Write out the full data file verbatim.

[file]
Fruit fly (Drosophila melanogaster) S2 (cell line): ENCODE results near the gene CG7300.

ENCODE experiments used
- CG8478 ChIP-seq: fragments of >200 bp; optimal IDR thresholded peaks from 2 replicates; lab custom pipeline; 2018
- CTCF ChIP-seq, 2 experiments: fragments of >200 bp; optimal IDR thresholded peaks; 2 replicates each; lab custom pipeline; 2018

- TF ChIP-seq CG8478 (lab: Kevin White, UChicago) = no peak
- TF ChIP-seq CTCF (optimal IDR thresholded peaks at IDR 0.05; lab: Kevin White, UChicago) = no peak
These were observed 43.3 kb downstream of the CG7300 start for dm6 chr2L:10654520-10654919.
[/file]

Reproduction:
Fruit fly (Drosophila melanogaster) S2 (cell line): ENCODE results near the gene CG7300.

ENCODE experiments used
- CG8478 ChIP-seq: fragments of >200 bp; optimal IDR thresholded peaks from 2 replicates; lab custom pipeline; 2018
- CTCF ChIP-seq, 2 experiments: fragments of >200 bp; optimal IDR thresholded peaks; 2 replicates each; lab custom pipeline; 2018

- TF ChIP-seq CG8478 (lab: Kevin White, UChicago) = no peak
- TF ChIP-seq CTCF (optimal IDR thresholded peaks at IDR 0.05; lab: Kevin White, UChicago) = no peak
These were observed 43.3 kb downstream of the CG7300 start for dm6 chr2L:10654520-10654919.